UUA urges Calif. Supreme Court to overturn Prop. 8

UUA urges Calif. Supreme Court to overturn Prop. 8

Proposition 8 threatens the constitutional rights of all minority groups, according to lawsuit filed by religious coalition.
Jane Greer


The Unitarian Universalist Association is urging the California Supreme Court to overturn Proposition 8, the ballot initiative that amended the state constitution on November 4 to forbid same-sex marriage.

In a lawsuit filed November 17, the UUA, the UU Legislative Ministry of California, and seven other religious groups charged that the state cannot discriminate against one group of people without endangering the rights of all minority groups, including religious groups. The suit also charges that Proposition 8 constitutes a revision of the state constitution (which requires a two-thirds vote and legislative approval), rather than an amendment (which requires only a majority vote).

“Proposition 8 denies an entire class of citizens a basic civil right—the freedom to marry the person of their choice,” said UUA President William G. Sinkford. “Even worse, this amendment writes discrimination into the California Constitution. As people of conscience, we cannot permit legalized bigotry to attack California couples and families.”

The Unitarian Universalist Association has supported marriage equality for many years. The UUA General Assembly passed a resolution endorsing the right of same-sex couples to wed in 1996.

Filing suit with the UUA and the UU Legislative Ministry were the California Council of Churches; the Rt. Rev. Marc Handley Andrus, Episcopal Bishop of California (San Francisco Bay Area); the Rt. Rev. J. Jon Bruno, Episcopal Bishop of Los Angeles; the General Synod of the United Church of Christ; the Northern California Nevada Conference of the United Church of Christ; the Southern California Nevada Conference of the United Church of Christ; and the Progressive Jewish Alliance.

Five other lawsuits have been filed challenging Proposition 8. On November 19, the court agreed to hear arguments related to at least three of the suits. According to the Associated Press, oral arguments could begin in March.

The California Supreme Court will be considering three issues: whether Proposition 8 is a revision of, rather than an amendment to, the California Constitution; whether Proposition 8 violates the separation-of-powers doctrine under the California Constitution; and whether the 18,000 same-sex marriages already performed will be considered valid if Proposition 8 is ruled constitutional.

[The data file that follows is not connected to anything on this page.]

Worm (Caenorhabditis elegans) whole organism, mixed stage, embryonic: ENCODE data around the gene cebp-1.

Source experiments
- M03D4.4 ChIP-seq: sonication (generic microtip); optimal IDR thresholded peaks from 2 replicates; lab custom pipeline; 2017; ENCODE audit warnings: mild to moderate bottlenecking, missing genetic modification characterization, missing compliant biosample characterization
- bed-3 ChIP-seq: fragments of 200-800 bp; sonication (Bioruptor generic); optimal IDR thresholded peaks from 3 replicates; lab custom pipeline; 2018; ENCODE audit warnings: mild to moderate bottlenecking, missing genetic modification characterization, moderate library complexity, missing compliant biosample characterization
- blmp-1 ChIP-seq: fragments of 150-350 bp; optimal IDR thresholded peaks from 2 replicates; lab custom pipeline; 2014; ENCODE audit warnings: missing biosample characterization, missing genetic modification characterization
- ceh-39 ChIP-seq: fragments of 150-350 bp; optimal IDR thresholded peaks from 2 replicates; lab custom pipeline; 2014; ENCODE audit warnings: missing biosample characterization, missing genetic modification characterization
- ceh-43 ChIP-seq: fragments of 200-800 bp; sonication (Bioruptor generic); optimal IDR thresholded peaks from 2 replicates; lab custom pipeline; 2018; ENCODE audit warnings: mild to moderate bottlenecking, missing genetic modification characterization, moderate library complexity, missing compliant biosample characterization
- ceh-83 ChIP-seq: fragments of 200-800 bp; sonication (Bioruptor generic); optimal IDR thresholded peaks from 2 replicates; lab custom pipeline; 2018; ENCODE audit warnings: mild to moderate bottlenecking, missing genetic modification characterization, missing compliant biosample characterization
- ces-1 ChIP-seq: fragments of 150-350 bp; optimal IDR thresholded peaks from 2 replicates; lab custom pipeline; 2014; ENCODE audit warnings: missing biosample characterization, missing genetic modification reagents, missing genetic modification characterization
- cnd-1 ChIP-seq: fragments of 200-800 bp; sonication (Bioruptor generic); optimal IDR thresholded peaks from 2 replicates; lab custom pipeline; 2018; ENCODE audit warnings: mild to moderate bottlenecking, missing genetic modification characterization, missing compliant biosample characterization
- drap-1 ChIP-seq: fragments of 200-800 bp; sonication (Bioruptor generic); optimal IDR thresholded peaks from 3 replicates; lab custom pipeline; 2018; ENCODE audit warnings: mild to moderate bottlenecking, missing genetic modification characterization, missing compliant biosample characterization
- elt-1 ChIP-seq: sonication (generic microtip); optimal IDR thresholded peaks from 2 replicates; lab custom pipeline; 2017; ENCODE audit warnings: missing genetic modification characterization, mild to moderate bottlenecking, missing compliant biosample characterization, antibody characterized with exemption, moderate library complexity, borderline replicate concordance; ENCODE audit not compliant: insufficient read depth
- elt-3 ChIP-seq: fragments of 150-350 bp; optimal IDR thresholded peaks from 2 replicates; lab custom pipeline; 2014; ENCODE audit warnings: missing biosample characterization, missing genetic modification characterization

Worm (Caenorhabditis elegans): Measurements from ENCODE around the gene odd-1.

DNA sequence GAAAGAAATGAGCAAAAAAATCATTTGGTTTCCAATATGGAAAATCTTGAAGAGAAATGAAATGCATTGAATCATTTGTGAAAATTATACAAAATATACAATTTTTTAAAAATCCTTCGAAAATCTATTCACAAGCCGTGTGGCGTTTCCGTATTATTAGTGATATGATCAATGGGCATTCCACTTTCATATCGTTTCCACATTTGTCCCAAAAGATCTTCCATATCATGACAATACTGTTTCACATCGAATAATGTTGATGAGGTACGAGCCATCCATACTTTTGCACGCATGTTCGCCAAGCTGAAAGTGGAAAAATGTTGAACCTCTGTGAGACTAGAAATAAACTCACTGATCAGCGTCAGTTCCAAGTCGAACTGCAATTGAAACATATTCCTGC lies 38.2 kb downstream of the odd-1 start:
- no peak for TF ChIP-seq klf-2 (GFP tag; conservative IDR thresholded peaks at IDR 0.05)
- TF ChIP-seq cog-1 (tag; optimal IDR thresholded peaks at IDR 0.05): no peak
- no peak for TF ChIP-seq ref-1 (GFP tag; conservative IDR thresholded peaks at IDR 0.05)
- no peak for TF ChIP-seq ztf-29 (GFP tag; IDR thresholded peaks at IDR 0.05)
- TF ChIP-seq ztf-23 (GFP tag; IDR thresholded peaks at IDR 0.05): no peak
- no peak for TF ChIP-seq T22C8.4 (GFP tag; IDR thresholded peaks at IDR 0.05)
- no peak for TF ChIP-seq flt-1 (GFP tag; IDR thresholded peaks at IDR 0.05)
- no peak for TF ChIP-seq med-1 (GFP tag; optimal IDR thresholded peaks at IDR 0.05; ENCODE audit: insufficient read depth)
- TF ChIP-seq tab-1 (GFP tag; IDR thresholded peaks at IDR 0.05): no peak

The Court announced that Proposition 8 would remain in effect until a final decision had been made.

“We’re relieved they’re moving quickly,” said the Rev. Lindi Ramsden, executive director of the UU Legislative Ministry, which played a key role in organizing support against the Proposition’s passage. “It’s a core constitutional question, and it’s important that the Supreme Court has decided to take it head on.”

Proposition 8, a ballot initiative amending the state constitution to define marriage as “between a man and a woman,” needed a simple majority to pass. The proposition reverses a California Supreme Court decision issued May 15, 2008, which ruled that depriving same-sex couples of the right to marry was unconstitutional. Proposition 8 passed with 52 percent of the vote.

The UUA’s lawsuit claims that by denying same-sex couples the right to wed, Proposition 8 threatens the rights of all minorities. According to the writ, “Allowing the removal of fundamental constitutional rights for a particular group of Californians, based on a suspect classification and by a simple majority vote, would present a profound threat to the critical protections afforded by the guarantee of equal protection to the broad diversity of religious groups in this state.”

The UUA’s writ was submitted by Eric Isaacson, of Coughlin Stoia Geller Rudman & Robbins LLP and a member of the Unitarian Universalist Church of San Diego, and Jon B. Eisenberg of Eisenberg and Hancock, LLP.

“California’s constitution is based upon each person's equality before the law,” Isaacson said in a statement. “To deprive people of equal protection of the laws on the basis of sexual orientation thus amounts to more than a simple amendment—it is a breach of the fundamental agreement that is our Constitution. If that can be accomplished by a simple majority vote, then all potential targets of discrimination are at risk—including religious groups.”

Ramsden expressed appreciation and gratitude for Isaacson’s role in submitting the suit. “Eric has made an incredible contribution,” she said. “He has been the attorney based in the community that has carried the torch regarding the unconstitutionality of depriving same-sex couples the right to marry. We’re honored to have him on our team.”

Ramsden also praised UU activists, who volunteered at phone banks before the election and participated in interfaith services and protests. “Unitarian Universalism continues to be a very important string around which the solution can crystallize,” she said. “You need an initial structure around which people can gather. UUs have played an important role in bringing the interfaith community together.”

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